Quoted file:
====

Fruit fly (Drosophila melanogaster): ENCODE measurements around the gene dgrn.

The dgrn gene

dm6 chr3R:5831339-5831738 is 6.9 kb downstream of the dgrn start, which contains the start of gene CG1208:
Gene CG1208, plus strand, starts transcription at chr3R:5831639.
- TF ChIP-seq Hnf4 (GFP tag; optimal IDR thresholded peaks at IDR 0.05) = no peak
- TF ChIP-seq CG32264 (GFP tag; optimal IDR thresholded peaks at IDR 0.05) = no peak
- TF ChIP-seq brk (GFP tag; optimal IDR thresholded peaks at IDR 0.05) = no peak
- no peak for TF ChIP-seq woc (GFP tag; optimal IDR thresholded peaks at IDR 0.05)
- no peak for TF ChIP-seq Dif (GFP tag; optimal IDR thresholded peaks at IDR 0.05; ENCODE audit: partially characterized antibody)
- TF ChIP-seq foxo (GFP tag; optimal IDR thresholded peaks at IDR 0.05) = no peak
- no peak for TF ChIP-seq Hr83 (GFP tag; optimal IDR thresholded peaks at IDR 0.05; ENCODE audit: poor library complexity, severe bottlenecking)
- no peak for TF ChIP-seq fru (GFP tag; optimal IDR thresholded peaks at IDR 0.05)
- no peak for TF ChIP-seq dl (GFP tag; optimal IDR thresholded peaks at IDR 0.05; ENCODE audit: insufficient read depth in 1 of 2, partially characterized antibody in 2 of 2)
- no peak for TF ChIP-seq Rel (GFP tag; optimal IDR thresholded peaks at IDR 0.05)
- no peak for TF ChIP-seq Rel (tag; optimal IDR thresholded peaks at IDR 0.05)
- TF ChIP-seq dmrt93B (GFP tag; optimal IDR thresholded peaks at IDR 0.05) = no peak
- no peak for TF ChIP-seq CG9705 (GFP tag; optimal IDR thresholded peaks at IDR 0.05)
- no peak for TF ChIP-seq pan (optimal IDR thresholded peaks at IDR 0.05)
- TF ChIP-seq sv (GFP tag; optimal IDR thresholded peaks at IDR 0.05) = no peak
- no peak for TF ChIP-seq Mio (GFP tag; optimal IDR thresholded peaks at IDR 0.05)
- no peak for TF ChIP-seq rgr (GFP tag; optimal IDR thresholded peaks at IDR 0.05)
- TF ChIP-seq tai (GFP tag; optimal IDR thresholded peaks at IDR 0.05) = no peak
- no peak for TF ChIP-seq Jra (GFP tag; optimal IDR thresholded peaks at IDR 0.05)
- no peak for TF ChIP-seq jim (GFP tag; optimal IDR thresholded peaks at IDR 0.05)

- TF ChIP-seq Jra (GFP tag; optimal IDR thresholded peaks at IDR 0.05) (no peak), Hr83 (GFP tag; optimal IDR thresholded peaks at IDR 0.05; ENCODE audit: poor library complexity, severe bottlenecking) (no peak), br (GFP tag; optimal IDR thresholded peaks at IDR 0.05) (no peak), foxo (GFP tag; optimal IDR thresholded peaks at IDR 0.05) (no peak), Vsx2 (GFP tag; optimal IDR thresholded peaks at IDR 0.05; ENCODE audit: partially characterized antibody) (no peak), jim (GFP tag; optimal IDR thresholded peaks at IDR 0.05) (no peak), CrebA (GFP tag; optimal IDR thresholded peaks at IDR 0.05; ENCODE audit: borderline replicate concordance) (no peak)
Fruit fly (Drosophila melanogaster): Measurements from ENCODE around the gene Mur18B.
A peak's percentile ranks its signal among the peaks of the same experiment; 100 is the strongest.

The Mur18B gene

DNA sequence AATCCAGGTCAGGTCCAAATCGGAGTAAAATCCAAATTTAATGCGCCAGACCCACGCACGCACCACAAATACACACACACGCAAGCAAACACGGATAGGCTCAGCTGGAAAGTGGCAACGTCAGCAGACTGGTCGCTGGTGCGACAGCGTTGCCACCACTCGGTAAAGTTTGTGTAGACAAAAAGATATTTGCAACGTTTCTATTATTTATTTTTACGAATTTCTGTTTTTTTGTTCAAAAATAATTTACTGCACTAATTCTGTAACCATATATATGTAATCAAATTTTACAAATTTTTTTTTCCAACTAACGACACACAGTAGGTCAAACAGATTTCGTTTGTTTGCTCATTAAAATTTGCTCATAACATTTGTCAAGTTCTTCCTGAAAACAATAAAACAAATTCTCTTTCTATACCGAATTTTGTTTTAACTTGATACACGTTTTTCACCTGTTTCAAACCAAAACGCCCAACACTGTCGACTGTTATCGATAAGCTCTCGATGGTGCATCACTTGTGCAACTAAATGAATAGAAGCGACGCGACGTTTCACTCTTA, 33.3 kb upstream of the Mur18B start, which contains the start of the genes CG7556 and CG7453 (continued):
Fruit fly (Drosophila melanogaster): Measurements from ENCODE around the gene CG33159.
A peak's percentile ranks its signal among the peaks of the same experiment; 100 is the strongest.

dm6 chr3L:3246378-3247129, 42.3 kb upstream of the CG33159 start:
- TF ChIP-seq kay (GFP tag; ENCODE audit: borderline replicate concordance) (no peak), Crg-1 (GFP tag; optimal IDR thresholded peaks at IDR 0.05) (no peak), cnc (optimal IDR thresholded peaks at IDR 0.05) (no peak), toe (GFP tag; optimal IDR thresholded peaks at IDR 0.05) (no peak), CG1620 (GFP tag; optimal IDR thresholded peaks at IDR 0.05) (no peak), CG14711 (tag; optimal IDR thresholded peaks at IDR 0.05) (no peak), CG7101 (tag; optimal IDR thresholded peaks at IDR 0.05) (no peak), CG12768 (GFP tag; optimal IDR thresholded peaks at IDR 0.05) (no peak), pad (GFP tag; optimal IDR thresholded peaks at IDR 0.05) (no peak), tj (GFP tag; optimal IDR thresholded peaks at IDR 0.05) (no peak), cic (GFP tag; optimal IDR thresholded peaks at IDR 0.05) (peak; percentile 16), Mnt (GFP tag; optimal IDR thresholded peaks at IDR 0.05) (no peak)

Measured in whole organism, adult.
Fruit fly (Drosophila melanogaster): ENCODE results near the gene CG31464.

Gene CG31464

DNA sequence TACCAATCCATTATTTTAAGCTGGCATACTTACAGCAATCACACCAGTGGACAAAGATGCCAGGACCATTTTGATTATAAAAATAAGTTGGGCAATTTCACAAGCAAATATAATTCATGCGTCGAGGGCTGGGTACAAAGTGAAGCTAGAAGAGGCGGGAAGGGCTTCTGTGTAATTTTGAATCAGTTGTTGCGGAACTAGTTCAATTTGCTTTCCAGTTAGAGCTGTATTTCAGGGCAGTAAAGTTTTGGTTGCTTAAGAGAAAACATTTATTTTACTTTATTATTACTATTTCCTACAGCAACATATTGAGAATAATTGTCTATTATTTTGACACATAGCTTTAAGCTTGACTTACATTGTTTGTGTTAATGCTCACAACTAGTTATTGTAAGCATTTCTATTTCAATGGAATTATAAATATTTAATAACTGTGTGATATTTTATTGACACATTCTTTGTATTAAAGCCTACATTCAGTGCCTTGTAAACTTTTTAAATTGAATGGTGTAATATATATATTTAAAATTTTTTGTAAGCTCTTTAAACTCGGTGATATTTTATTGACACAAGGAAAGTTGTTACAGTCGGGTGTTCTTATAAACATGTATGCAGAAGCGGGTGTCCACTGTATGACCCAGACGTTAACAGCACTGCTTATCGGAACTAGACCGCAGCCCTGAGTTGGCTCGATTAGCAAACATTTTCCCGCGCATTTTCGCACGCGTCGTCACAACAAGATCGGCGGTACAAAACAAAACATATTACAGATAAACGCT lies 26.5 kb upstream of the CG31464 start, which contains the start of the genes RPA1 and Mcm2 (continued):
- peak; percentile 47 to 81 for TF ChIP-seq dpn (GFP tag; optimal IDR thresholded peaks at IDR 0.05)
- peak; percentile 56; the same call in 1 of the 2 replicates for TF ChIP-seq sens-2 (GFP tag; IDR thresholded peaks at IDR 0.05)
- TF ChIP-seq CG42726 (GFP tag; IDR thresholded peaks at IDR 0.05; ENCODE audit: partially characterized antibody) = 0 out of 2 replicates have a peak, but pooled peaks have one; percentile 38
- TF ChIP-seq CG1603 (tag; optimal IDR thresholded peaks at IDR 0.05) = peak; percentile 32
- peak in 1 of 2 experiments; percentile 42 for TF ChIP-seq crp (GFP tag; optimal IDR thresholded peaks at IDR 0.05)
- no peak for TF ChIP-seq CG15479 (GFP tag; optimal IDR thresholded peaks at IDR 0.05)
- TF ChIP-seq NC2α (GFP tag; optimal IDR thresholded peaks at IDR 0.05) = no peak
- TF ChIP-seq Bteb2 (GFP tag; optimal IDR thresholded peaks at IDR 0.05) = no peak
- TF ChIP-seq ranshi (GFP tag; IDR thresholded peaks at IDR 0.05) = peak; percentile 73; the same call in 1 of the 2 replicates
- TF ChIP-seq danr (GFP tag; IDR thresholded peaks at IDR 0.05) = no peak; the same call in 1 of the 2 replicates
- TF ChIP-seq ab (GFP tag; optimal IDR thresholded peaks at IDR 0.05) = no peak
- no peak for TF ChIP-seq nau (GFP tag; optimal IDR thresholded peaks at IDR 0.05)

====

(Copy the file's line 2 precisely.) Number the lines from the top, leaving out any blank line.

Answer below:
The dgrn gene